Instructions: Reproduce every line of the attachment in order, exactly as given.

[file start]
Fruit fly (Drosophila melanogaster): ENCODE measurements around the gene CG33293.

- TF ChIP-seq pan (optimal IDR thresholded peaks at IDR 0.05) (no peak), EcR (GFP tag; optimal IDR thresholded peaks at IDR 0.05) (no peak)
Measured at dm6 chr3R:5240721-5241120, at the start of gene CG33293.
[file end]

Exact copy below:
Fruit fly (Drosophila melanogaster): ENCODE measurements around the gene CG33293.

- TF ChIP-seq pan (optimal IDR thresholded peaks at IDR 0.05) (no peak), EcR (GFP tag; optimal IDR thresholded peaks at IDR 0.05) (no peak)
Measured at dm6 chr3R:5240721-5241120, at the start of gene CG33293.